It’s worth noting that not all cruises are baby-friendly or equipped with common conveniences. In fact, many cruise liners don’t allow babies until they’re at least 6 months or older, including Disney. However, Disney does sell baby supplies on their ships, such as diapers, wipes, ready-to-feed formula, pacifiers, and much more to make packing easier. You can also request a portable crib and diaper pail for your Disney cabin, though these items are subject to availability. And speaking of diapers, if you have older babies who are ready to swim, always check your chosen cruise ship’s policy on swim diapers before you book, as many do not allow swim diapers in the pool or splash areas.
While most baby-friendly cruises offer strollers and highchairs, some need to be reserved in advance or are distributed on a first-come, first-served basis. Have a backup plan in mind in case a stroller isn’t available or you need more diapers than anticipated. Remember many cruise cabins come equipped with only a shower and a small sink. Unless you want to bathe your baby while holding them in the shower, request a cabin that has a tub, or pack an ultra-portable model.
Lastly, unlike other modes of transportation, cruises are difficult to navigate with an endless sea of baby gear. Excess gear needs to be stored somewhere in the confines of your cabin. It may be necessary to splurge on a bigger space, so you can spread out and walk around with a restless newbie in the middle of the night.
Find a Peaceful Home Away From Home
Young infants don’t need much to settle in for the night short of a place to sleep and sustenance. But hotel walls aren’t very soundproof and you may be dealing with jet lag and a disrupted naptime schedule. You risk waking up your neighbors in the middle of the night with a crying baby—or worse, having loud guests next door disrupt your baby’s sleep.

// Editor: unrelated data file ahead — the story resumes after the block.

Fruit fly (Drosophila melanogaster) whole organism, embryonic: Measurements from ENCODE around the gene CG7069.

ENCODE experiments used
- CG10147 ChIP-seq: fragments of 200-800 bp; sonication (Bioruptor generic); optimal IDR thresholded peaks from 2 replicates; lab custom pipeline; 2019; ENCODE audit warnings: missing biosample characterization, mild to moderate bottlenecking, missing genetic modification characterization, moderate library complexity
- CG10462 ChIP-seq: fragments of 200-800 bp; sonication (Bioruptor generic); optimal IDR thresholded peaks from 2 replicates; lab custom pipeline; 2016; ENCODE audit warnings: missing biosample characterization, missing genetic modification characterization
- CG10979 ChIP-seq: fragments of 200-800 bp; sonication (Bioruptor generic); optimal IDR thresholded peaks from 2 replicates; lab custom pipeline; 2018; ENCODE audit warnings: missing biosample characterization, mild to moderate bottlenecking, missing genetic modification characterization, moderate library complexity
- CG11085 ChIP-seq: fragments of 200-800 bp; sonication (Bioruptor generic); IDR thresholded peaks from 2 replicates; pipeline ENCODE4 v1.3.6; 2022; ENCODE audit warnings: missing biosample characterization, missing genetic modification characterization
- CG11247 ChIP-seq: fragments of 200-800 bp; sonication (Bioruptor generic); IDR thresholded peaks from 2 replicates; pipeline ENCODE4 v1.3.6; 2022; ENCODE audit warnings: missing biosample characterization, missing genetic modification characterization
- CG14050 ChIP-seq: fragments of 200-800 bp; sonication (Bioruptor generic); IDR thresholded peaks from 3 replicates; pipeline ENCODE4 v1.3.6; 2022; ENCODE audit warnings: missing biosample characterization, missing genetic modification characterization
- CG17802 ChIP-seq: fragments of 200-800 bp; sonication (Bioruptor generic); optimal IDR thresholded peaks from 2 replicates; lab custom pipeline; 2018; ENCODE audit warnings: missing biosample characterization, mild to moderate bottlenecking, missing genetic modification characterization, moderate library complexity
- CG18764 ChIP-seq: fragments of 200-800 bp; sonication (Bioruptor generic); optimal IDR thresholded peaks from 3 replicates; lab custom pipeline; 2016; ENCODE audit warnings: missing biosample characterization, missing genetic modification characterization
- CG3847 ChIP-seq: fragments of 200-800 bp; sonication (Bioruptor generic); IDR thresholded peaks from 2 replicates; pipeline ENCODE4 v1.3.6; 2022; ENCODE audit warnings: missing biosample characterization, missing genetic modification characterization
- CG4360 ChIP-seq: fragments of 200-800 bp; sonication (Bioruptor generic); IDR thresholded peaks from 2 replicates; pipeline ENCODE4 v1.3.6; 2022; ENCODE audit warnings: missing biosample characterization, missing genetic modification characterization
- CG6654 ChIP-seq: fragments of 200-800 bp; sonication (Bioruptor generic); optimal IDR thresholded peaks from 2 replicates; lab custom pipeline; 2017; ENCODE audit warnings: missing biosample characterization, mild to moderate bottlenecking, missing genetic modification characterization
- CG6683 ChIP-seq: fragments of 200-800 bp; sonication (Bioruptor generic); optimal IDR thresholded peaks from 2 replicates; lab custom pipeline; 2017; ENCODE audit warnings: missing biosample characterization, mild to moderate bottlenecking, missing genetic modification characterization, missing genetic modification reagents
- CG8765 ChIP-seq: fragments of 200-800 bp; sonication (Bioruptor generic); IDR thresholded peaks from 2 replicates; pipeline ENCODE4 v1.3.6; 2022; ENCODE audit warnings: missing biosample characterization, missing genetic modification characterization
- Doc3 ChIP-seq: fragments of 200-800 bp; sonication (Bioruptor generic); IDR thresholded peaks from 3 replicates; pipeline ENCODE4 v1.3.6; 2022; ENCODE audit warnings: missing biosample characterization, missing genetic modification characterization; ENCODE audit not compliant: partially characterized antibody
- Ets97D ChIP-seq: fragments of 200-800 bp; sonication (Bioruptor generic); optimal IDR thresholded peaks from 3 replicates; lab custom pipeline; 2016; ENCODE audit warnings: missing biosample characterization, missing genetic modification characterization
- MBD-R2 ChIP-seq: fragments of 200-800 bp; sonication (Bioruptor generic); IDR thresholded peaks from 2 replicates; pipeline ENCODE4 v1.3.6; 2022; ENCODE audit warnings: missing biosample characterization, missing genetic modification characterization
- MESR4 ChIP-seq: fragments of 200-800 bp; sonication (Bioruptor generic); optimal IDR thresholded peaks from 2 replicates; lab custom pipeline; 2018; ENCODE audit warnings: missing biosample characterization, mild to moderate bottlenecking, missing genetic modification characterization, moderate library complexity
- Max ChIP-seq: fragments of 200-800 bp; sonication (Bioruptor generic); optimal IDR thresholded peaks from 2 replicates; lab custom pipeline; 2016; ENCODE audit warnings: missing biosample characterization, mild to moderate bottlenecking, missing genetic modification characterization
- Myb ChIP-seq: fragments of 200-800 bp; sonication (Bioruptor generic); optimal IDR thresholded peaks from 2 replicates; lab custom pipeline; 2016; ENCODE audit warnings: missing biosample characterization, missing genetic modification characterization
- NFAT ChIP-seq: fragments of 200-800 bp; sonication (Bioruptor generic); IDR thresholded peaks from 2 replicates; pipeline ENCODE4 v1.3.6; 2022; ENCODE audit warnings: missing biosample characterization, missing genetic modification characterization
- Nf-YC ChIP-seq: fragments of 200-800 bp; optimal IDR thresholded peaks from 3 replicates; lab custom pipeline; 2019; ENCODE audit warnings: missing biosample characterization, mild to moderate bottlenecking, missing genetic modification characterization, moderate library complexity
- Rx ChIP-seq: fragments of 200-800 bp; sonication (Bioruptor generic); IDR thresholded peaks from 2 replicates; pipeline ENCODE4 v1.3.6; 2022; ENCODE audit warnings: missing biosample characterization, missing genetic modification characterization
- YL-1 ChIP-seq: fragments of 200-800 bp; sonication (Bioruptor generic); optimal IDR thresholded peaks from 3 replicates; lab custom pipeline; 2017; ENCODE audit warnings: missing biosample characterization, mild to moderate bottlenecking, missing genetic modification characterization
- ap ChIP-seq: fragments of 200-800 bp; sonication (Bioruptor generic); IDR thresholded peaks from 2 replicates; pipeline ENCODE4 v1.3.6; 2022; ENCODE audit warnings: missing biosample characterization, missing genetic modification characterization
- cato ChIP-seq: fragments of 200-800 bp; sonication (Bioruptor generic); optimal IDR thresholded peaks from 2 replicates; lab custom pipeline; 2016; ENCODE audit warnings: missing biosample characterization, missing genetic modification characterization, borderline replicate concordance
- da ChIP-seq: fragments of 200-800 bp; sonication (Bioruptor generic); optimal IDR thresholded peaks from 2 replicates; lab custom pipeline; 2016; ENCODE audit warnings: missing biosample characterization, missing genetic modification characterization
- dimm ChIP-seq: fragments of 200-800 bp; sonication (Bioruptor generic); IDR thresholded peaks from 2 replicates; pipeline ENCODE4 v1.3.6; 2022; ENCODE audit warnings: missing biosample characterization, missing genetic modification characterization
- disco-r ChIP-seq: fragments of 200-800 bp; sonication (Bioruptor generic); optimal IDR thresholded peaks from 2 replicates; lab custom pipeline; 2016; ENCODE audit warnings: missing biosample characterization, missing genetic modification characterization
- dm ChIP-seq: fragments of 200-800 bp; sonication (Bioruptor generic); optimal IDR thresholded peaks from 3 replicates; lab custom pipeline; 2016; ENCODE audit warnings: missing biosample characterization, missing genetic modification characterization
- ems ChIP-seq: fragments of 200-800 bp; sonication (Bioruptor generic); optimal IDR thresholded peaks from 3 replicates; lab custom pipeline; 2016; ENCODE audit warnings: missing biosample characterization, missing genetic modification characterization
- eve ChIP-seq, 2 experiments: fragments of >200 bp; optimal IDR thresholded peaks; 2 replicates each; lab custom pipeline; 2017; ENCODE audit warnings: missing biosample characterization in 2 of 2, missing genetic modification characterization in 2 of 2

To avoid trouble, ask the attendant for a quiet hotel room, and explain you’re worried your baby will wake up surrounding guests. They’re more likely to respond to the pervasive threat of multiple complaints than give you a quiet room for the sake of your little one’s sleep.
If possible, opting for a private rental home will lessen the stress of a baby overnight. Having necessities like a fridge, store, and microwave for cooking and storing formula or pumped breast milk will be a huge convenience. Inquire about the use of a bathtub instead of a solo shower, as well as stairs, fireplaces, or anything else that can present a potential problem. Many baby-friendly rentals come stocked with babyproofing supplies and other gear for families with small children, such as baby gates, a playpen, a highchair, toddler tableware, and more.
Similarly, you may be traveling to stay with family members or friends for the holidays, and while you’ll likely find some of the same comforts as you have at home like a kitchen and your own bedroom, keep in mind that people who don’t have little ones likely won’t be prepared for a baby in their home. Just as you would inquire about amenities with a private rental, have a conversation before your visit about what’s available and what needs to be brought with you on your trip. Lastly, if you’re visiting loved ones with a pet(s), make sure you’re given clear instructions on how to interact with the animal to keep everyone harmonious and safe while together under one roof.
Take the time to do a little research before your trip. A bit of forethought and a hefty dose of flexibility can make for an agreeable adventure the entire family enjoys.